A report from Science Foo camp, held this past weekend (Aug. 3-5) at the Googleplex.
SciFoo is an O’Reilly–Nature event. Over 200 leading scientists, science fiction writers, technologists, and an assortment of others are invited to the Googleplex, making this a truly cross-disciplinary and engaging event. Although there were numerous topics discussed, Open Science was a key theme. A few interesting points on the topic:
1. There was an overwhelming consensus that a problem exists with the current way science is communicated, be it in respect to publishing and journals, or in communication between scientists. And with the growing interest and attention given to “Web 2.0” and all that comes with, many believe that those developments are part of the big push to change how this is done. (“this” being the problems specified above, briefly touched upon for sake of time.)
2. More than one session looked into the reasons behind the apprehension existing in the community preventing the full adoption of current advances of the Web by scientists. There was also a lot of discussion about the further exploration of innovate modes of scientific collaboration.
This topic was first visited in a session entitled “Open Science 2.0” on Saturday morning. (for an in-depth look at that session, see Duncan Hull’s recap here). The first half of the session was spent rehashing the current state and frustrations with publishing, breeding a culture of fear and anxiety. (for more, see Alex Palazzo notes, here.) Fear of not getting published, tenure concerns, and more of the “publish or perish mentality”.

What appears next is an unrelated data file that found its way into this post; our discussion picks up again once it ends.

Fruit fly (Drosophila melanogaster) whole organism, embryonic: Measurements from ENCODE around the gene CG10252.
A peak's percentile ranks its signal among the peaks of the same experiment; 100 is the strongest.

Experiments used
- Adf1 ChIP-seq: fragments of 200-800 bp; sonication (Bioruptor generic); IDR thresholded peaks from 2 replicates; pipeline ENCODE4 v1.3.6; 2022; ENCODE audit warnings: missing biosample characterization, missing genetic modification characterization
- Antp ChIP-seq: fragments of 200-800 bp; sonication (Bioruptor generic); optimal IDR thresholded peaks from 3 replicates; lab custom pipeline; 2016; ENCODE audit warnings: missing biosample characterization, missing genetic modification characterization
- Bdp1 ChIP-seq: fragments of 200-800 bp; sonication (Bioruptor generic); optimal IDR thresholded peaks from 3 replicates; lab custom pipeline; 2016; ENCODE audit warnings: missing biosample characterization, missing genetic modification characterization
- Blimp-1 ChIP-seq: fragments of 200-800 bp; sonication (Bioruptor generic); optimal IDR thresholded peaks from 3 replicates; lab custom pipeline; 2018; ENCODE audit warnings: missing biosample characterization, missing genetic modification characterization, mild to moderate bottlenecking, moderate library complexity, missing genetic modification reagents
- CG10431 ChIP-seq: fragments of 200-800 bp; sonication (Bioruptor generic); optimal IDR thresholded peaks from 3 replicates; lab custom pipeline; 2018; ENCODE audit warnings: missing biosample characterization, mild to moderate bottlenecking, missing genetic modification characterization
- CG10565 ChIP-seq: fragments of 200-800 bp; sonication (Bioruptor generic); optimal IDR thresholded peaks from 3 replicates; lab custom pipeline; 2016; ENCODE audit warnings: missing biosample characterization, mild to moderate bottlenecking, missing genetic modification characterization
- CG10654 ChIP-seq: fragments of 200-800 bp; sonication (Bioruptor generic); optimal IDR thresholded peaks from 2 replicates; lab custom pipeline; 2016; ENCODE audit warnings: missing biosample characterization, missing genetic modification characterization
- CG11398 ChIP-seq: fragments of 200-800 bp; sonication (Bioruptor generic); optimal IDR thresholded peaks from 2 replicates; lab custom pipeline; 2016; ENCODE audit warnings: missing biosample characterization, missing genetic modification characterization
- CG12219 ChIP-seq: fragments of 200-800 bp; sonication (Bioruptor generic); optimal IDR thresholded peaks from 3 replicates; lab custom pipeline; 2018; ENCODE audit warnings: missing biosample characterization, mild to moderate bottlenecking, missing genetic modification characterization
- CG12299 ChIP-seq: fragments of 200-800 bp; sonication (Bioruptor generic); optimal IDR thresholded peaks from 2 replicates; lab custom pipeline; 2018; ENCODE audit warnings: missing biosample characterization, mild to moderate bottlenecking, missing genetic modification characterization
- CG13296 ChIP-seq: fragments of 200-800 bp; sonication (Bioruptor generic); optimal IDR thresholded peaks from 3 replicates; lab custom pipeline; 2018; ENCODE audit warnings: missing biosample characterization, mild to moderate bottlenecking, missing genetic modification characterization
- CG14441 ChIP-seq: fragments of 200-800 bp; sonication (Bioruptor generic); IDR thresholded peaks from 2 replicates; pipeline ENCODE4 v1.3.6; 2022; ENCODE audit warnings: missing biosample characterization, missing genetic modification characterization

3. A follow-up session born out of “Open Science 2.0” looked at these issues from the perspective and relating to young scientists (led by Andrew Walkingshaw and Alex Palazzo. Notes here, here and here.) Though I sadly had to miss the session, I was able to catch up with Andrew later that day, as well as read write-ups after the fact. Alex brought up a good point in that unless a general consensus comes from all of the players (publishers, funders, academics, etc.), junior scientists are less likely to participate in new 2.0-esque and exploratory methods of scientific communication. Too much of a risk exists that could have lasting effects on the young scientists’ careers.
4. A good amount of attention was paid to recent technological advances, especially social networking, blogs, wiki-science and so forth. A session on social-networking and nature, led by Josh Knauer and John Durant, looked into how to best take advantages of these applications and what, if any, place they had in the future of science on the Web.
This is only the tip of the iceberg, when it comes to what can be written in the days following SciFoo. To follow the other chatter from the science blogging community, you can visit this site, graciously set up to aggregate participants’ blogs.